In the past it was simple; IT was easily adapted to your individual business model and operational model, or vice versa. Nowadays there is an entirely different dynamic. The business models are changing so rapidly that you must have an IT platform that can keep up with these constant changes. The IT platform is thus a reflection of the business and the operations. It must be much more agile than it was in the past. Standardization is the name of the game. If 80 per cent of your IT is standard, you can build flexibility and distinctiveness around this core.
If you examine the configuration of the technology market, you see that this really consists of six players who offer a viable proposition at the platform level: Google, Amazon, Microsoft, IBM, Oracle and SAP. Their investments run into the billions; this is a battle dominated by capital on a global scale. The advantage is that as an organization you can ride their coattails with a rather limited investment.
Today the principle ‘the best tool wins’ applies. If you thoroughly examine your own business, you can choose the optimum services for that business. The transformation path from old to new goes via the hybrid cloud, but this is just an interim solution on the way to the public cloud with IT service provision based on a catalogue of standard solutions.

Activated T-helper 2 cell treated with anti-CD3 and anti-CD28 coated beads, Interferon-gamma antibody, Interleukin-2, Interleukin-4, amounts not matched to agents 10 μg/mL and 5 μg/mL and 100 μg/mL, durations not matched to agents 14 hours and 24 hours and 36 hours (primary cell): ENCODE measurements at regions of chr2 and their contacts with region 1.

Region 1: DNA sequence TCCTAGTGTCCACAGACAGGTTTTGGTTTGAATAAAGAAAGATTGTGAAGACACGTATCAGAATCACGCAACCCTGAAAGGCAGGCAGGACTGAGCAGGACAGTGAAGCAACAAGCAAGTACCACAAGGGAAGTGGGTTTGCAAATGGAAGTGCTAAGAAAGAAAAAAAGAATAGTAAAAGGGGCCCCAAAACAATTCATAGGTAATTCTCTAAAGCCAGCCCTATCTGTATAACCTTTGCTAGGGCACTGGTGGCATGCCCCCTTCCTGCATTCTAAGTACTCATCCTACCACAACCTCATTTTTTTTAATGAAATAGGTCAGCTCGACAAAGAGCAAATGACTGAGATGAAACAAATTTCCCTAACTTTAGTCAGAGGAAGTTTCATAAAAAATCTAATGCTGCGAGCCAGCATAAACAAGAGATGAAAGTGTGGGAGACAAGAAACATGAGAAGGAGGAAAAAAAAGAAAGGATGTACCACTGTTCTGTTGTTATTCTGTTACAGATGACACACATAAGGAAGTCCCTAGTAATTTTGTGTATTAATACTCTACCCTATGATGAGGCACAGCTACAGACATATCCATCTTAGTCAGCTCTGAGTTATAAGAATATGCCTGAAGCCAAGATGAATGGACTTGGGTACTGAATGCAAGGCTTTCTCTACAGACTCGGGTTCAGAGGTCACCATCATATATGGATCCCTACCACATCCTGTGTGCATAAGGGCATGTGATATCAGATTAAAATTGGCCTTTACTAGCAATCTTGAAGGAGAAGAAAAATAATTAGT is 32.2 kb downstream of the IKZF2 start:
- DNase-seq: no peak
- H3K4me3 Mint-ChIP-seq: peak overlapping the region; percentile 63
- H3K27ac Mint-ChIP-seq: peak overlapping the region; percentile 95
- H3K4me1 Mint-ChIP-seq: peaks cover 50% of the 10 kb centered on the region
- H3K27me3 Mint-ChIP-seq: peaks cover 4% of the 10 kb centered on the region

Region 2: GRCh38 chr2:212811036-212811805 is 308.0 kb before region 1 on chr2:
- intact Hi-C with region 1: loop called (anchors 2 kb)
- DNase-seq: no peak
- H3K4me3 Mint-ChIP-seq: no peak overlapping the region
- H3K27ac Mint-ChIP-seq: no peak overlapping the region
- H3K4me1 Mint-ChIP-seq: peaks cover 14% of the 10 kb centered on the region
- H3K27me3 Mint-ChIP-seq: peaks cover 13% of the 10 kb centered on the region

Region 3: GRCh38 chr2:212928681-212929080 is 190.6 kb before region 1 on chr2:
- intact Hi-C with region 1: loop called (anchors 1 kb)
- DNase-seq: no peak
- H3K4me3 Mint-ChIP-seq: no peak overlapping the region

In the cloud you can get everything eight times cheaper. Ninety-nine per cent of companies are governed by the discipline of the market. You see it all around you. Companies that do not take this step are sittings ducks when it comes to takeovers. Their operating model is so expensive that they can no longer adapt to change, the demands for acceleration and – for example – take-overs. All existing IT is too slow, too rigid, too expensive and too complex.
The demand for coders will soon disappear
For those who think that their particular operation is somehow just unique enough that they have not yet made the switch, I can tell you: you simply cannot keep up with developments. Companies that do this must revise their strategy sooner or later, and it will involve enormous depreciation. Moreover, I predict that the big demand for ‘coders’ will soon disappear. At the moment, these scarce people are being scooped up in droves by companies who really want to be a tech company. When these companies finally realize (to their great disillusionment) that IT is not their core market, all these people will be looking for new jobs.